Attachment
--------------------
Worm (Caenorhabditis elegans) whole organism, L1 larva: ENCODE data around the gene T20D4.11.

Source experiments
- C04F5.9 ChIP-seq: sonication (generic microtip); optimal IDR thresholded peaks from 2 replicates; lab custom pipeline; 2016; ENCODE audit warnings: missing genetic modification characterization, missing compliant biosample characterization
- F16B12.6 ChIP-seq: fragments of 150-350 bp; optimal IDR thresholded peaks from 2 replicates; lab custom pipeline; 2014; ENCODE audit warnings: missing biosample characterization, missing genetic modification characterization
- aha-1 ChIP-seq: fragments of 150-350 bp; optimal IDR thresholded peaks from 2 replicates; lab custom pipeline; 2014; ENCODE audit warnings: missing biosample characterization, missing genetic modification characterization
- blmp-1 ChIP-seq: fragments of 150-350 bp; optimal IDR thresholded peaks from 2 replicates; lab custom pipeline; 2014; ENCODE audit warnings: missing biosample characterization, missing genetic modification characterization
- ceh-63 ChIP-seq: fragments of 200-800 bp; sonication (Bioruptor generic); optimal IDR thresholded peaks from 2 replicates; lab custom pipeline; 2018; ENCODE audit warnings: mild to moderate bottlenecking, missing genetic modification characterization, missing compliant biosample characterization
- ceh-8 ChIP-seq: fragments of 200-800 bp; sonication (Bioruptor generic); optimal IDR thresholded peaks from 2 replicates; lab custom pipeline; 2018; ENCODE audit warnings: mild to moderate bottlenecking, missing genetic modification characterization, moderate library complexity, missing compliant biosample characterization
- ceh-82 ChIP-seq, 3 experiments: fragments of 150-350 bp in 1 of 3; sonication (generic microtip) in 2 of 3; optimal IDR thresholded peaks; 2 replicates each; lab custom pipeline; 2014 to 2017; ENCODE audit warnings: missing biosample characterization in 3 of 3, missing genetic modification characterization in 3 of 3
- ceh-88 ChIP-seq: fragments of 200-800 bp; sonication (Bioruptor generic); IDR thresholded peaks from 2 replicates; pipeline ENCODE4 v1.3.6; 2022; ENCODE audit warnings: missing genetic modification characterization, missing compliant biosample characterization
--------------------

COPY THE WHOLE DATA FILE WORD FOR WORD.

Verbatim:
Worm (Caenorhabditis elegans) whole organism, L1 larva: ENCODE data around the gene T20D4.11.

Source experiments
- C04F5.9 ChIP-seq: sonication (generic microtip); optimal IDR thresholded peaks from 2 replicates; lab custom pipeline; 2016; ENCODE audit warnings: missing genetic modification characterization, missing compliant biosample characterization
- F16B12.6 ChIP-seq: fragments of 150-350 bp; optimal IDR thresholded peaks from 2 replicates; lab custom pipeline; 2014; ENCODE audit warnings: missing biosample characterization, missing genetic modification characterization
- aha-1 ChIP-seq: fragments of 150-350 bp; optimal IDR thresholded peaks from 2 replicates; lab custom pipeline; 2014; ENCODE audit warnings: missing biosample characterization, missing genetic modification characterization
- blmp-1 ChIP-seq: fragments of 150-350 bp; optimal IDR thresholded peaks from 2 replicates; lab custom pipeline; 2014; ENCODE audit warnings: missing biosample characterization, missing genetic modification characterization
- ceh-63 ChIP-seq: fragments of 200-800 bp; sonication (Bioruptor generic); optimal IDR thresholded peaks from 2 replicates; lab custom pipeline; 2018; ENCODE audit warnings: mild to moderate bottlenecking, missing genetic modification characterization, missing compliant biosample characterization
- ceh-8 ChIP-seq: fragments of 200-800 bp; sonication (Bioruptor generic); optimal IDR thresholded peaks from 2 replicates; lab custom pipeline; 2018; ENCODE audit warnings: mild to moderate bottlenecking, missing genetic modification characterization, moderate library complexity, missing compliant biosample characterization
- ceh-82 ChIP-seq, 3 experiments: fragments of 150-350 bp in 1 of 3; sonication (generic microtip) in 2 of 3; optimal IDR thresholded peaks; 2 replicates each; lab custom pipeline; 2014 to 2017; ENCODE audit warnings: missing biosample characterization in 3 of 3, missing genetic modification characterization in 3 of 3
- ceh-88 ChIP-seq: fragments of 200-800 bp; sonication (Bioruptor generic); IDR thresholded peaks from 2 replicates; pipeline ENCODE4 v1.3.6; 2022; ENCODE audit warnings: missing genetic modification characterization, missing compliant biosample characterization